South Florida’s economy moves back into 2003 territory


An improving labor market moves the Economic Time Machine’s gauges ahead one year. Welcome back to 2003.

The recovery may be in doubt, but South Florida’s economy has seen some progress in recent months.

The Economic Time Machine’s reading of the local economy shows a big gain from just a few months earlier. Thanks to an improving labor market, the ETM’s gauges see the economy moving about nine months closer to recovery.

Our Economic Time Machine tracks 60 local indicators — from the revenue generated by the average hotel room in Broward County to cargo shipments in and out of Miami International Airport —and compares current readings to where they were before the Great Recession.

At the start of 2012, the ETM found current conditions best matched those seen in September 2002. But after improvement in employment statistics, the dials have moved. The latest reading by the Time Machine: June 2003.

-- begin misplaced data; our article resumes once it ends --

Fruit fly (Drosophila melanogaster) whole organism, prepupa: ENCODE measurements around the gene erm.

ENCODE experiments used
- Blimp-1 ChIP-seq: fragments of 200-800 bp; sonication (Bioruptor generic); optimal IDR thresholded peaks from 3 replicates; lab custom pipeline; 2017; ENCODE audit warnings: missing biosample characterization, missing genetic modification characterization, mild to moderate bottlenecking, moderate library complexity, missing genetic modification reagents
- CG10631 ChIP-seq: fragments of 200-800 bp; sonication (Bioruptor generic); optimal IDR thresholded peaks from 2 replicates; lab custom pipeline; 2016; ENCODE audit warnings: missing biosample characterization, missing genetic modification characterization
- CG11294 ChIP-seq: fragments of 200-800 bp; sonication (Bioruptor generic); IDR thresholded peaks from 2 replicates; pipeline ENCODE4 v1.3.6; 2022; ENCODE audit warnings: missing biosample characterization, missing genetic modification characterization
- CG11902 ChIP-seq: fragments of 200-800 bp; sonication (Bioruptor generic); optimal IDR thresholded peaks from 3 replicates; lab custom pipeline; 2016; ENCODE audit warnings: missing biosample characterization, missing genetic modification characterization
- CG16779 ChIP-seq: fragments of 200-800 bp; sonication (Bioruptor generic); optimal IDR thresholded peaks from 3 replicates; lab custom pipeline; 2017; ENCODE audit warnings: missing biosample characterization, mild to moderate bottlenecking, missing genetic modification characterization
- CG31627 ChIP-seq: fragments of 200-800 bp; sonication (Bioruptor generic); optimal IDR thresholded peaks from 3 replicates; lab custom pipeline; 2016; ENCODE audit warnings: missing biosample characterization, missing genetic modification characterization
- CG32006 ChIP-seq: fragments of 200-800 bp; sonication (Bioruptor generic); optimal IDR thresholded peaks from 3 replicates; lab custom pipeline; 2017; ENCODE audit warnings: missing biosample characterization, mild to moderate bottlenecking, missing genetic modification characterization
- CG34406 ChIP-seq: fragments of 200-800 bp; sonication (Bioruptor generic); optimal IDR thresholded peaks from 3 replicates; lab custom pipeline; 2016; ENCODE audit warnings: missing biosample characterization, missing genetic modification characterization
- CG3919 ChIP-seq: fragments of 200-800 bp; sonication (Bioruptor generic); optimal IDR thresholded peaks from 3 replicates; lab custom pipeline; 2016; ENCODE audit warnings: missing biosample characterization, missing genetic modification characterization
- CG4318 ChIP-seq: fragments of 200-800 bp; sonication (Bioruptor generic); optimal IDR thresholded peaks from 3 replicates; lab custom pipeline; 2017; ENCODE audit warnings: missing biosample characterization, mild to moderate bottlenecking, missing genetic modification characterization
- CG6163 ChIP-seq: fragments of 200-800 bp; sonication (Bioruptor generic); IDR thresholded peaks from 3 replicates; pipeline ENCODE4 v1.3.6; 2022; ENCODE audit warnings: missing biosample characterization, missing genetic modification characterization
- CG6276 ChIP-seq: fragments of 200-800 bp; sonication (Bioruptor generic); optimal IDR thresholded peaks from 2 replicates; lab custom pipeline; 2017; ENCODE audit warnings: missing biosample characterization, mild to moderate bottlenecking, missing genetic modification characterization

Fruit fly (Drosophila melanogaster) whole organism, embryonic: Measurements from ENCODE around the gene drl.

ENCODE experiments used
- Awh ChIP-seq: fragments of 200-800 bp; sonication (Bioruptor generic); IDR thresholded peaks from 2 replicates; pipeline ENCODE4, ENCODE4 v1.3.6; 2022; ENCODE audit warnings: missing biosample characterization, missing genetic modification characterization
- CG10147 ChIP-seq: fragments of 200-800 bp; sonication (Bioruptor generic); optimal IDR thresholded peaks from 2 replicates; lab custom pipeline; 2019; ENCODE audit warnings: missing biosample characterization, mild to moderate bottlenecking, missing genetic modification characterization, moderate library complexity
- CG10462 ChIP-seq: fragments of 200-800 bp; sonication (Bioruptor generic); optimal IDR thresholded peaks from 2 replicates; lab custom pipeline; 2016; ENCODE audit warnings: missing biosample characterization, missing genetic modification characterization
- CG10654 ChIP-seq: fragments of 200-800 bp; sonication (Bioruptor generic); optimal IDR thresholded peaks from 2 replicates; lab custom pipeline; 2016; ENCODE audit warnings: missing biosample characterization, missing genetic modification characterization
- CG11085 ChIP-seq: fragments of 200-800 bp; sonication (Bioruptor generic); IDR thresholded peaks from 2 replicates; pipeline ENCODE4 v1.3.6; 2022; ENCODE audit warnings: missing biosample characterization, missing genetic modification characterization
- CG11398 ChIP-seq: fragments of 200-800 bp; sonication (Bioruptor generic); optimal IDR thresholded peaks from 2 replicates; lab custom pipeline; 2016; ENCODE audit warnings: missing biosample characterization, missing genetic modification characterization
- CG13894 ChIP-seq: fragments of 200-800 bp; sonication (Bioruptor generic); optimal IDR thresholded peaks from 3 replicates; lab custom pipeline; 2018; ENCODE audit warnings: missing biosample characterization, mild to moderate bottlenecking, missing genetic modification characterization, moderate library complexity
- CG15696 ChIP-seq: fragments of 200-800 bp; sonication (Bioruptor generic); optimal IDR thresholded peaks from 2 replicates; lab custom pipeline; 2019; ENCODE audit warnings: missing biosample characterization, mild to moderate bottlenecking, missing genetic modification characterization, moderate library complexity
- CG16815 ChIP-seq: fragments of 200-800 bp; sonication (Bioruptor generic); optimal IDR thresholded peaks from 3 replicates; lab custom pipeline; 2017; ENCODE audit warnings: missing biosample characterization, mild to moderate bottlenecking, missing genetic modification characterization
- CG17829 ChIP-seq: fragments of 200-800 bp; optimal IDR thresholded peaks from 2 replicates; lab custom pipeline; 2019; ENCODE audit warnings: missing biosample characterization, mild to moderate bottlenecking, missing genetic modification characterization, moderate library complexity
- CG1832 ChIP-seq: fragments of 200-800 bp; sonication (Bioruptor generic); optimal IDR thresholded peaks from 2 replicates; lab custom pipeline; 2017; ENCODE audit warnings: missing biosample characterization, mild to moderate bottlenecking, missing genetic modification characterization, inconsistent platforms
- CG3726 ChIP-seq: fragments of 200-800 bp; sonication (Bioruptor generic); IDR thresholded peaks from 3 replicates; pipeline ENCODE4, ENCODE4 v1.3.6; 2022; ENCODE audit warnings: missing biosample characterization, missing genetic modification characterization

That’s a nine-month gain, and reflects big progress on hiring. With unemployment down in Broward and Miami-Dade and payrolls continuing to expand, the current hiring conditions moved from 1996 levels to 1999 levels.

Of course, the fact that South Florida hiring hasn’t advanced to even the last decade highlights just how grim the employment landscape remains. But progress is progress.

This summer will be a big test for South Florida’s rebound in housing and hiring. Global economic conditions are flashing signs of trouble, and South Florida’s April employment report was mixed.

If the numbers don’t get better in the coming months, 2004 could be looking even farther away than it does now.

Read more The Economic Time Machine stories from the Miami Herald

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